Becoming Rich through Financial Literacy

Have you ever imagined what life would be like if you were “Rich”? Rich is a relative term we have all fantasized about along with countless other things. Many fantasies are just that and have no chance of coming to fruition. I will never win a Super Bowl, Stanley Cup, Nobel Peace Prize (even though Hitler was nominated for one) or an Oscar, but almost anyone can become “Rich”. Becoming “Rich” is pretty much achievable for anyone who would like to become “Rich” and starts relatively early in life with a good foundation. That is, if your definition of being “Rich” is having a fat bank account. It’s likely your definition of “Rich” will change throughout your life, but for this blogs purpose we will focus on acquiring said fat bank account.  

A sound foundation for becoming “Rich” is Financial Literacy which is one the Three Pillars of Education for Junior Achievement. Financial Literacy has a very broad definition but at the core it really is simple. It is having the skills and knowledge that will allow you to make effective decisions with your resources. I would also say upfront that maybe the most important part of financial literacy and becoming “Rich” is discipline and that is not really mentioned. Not the kind of discipline I learned in the Marine Corps, but a disciple to adhere to a budget and avoid keeping up with the Joneses. As a finance professional, I believe Financial Literacy is so much more than understanding various aspects of finance. Financial Literacy is a very necessary life skill that is often totally ignored by the general population. I will lay out a few knowledge nuggets in this blog that will hopefully add some value to whomever reads this.

I think most people have heard of the crazy bankruptcies and falls from grace so many athletes and celebrities have gone through. Some good examples of this are Mike Tyson, Evander Holyfield, Michael Vick, Larry King, 50 Cent, Willie Nelson, Burt Reynolds whom have had a combined career earnings of greater than $1 Billion. That’s right these mind giants burned through a combined one thousand million dollars in career earnings. How can someone do that? We are so quick to criticize, but is the average ordinary citizen any better?

It may or may not surprise you, but I was stunned when initially learning some of the following statistics. However, after giving it some thought based on what I have seen over the years, it ended up making much sense.

As of 2016 the average Americans 401k balance was $92,500, an all-time high. To some people that may be a decent number. The trouble with the $92,500 balance is that it is an average based on people that actually have retirement accounts, and only 49% of adults 18-49 have retirement accounts. That coupled with the average credit card debt being $15k per household, the average amount of equity in a person under the age of 65’s home is $43,000, and that 64% of Americans do not have access to $1,000 speaks volumes of the lack of Financial Literacy and discipline in the United States.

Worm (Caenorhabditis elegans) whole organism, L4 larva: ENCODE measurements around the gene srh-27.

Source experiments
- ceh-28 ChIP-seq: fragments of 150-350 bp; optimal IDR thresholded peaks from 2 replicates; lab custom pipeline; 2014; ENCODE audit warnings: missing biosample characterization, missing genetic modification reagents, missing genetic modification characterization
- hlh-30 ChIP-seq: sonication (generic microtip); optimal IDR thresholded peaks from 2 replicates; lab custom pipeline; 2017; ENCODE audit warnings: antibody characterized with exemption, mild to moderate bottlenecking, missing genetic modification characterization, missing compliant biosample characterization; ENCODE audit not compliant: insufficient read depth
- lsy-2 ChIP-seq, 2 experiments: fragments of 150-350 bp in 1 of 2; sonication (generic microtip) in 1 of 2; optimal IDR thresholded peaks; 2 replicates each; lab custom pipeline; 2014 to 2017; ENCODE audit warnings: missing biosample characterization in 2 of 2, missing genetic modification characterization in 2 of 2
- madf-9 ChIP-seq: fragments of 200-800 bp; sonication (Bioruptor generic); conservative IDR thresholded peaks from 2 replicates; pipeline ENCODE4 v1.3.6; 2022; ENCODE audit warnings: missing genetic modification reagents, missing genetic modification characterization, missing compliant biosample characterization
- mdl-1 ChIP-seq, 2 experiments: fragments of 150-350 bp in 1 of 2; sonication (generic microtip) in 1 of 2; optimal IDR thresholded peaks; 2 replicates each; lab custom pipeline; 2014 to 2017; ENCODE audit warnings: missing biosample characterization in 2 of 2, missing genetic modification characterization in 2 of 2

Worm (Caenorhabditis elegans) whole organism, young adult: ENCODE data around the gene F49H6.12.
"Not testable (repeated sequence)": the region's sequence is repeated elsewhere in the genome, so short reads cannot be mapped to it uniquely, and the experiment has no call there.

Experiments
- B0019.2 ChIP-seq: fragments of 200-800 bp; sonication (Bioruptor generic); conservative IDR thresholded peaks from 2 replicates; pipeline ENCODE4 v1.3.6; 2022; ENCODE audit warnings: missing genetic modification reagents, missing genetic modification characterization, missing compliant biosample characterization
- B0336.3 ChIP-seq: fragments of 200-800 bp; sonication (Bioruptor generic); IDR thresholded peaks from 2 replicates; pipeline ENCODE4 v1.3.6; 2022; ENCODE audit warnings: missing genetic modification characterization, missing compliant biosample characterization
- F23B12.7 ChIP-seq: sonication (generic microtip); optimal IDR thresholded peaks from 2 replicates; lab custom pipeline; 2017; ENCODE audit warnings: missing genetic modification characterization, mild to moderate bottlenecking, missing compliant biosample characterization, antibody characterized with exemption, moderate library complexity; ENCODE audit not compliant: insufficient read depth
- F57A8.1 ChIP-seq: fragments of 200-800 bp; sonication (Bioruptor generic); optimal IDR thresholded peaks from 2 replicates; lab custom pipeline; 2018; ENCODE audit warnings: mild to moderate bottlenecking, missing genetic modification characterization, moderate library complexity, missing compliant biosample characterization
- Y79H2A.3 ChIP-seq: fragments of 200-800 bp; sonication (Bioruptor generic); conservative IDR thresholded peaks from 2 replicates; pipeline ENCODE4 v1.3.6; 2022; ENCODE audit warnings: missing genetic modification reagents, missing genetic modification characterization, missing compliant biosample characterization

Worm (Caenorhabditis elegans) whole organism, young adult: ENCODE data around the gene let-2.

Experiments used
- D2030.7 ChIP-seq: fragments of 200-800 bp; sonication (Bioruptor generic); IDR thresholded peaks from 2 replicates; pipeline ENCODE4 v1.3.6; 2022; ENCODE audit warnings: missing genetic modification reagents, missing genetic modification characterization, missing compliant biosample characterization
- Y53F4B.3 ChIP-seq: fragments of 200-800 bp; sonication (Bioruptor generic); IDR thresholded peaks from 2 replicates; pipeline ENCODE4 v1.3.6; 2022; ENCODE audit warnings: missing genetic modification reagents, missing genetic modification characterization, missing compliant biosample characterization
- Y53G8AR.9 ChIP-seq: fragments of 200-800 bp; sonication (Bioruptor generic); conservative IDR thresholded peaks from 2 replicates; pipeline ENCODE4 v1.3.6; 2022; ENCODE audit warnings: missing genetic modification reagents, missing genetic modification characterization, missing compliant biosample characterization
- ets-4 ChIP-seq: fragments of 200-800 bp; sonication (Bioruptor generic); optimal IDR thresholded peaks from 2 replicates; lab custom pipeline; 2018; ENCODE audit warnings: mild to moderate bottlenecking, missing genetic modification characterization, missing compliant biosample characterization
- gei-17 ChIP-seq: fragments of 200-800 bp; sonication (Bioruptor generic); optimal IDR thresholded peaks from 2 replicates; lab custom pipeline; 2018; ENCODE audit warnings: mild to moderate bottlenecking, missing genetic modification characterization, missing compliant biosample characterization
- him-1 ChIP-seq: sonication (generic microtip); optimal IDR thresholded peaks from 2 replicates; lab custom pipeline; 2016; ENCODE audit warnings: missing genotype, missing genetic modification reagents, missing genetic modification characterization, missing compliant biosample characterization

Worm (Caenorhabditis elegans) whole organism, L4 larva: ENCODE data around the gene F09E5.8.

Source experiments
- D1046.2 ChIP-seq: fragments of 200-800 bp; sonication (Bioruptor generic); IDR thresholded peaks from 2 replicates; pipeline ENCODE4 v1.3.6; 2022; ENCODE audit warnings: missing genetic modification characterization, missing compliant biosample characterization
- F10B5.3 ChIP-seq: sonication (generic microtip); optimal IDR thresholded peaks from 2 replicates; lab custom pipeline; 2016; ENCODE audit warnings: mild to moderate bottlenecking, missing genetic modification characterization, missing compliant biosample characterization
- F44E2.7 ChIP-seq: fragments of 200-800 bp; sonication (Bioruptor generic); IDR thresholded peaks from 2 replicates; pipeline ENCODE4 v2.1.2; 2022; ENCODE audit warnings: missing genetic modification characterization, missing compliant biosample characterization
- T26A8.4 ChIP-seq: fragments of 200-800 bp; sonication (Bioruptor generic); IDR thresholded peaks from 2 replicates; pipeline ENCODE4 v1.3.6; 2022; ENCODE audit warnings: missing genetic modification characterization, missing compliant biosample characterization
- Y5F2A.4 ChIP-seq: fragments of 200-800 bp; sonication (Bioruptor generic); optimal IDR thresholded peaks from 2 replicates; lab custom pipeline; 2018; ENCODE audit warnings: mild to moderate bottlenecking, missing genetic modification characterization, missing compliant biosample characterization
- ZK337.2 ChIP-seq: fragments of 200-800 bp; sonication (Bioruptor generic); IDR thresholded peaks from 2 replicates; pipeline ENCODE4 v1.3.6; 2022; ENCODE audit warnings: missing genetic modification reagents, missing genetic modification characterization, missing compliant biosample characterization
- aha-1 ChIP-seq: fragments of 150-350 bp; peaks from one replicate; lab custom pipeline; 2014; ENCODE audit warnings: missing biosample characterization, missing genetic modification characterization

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I have personally seen both middle income earners become a millionaires and I have seen fortunes disappear all because of Financial Literacy or lack thereof (and discipline). I have seen this play out many times throughout my career, and I believe I will continue to see this for the rest of my life. A great example of being Financial Literate with discipline is Ronald Read. Mr. Read was a career janitor at a gas station; not your typical 1% career path.  Mr. Read spent his life living beneath his means and investing throughout his lifetime, and when he passed away at 92 years old his estate was worth $8 million. I did not know Mr. Read, I am just familiar with his story. Mr. Read is an extreme example of living beneath your means and maybe over saving but it certainly illustrates the point of almost anyone can become “Rich”.   

 In closing, I play chess in my spare time. There are a mind blowing 169,518,829,100,544,000,000,000,000,000 ways to play the first 10 moves in chess. Life has infinity more moves, which could happen every day for almost everyone. The same applies to money, there are plenty of ways to acquire wealth or spend every penny you ever earn.  One can become “Rich” by becoming a high earner i.e. Doctor, Lawyer, Executive, Entrepreneur or be a disciplined life saver like Mr. Read.  Financial Literacy is not rocket science. One does not need to be a finance wonk to make it “Rich”.  I have seen many people become wealthy and there is a common theme. They tend to pay themselves first, and spend less than you make.  They invest with people they know and trust.  When there is a great investment opportunity they have the money to take advantage of the opportunity. It sounds simple yet so many people fail to do this and become “Rich”.  It normally does not happen overnight but is a lifelong habit that really is achievable.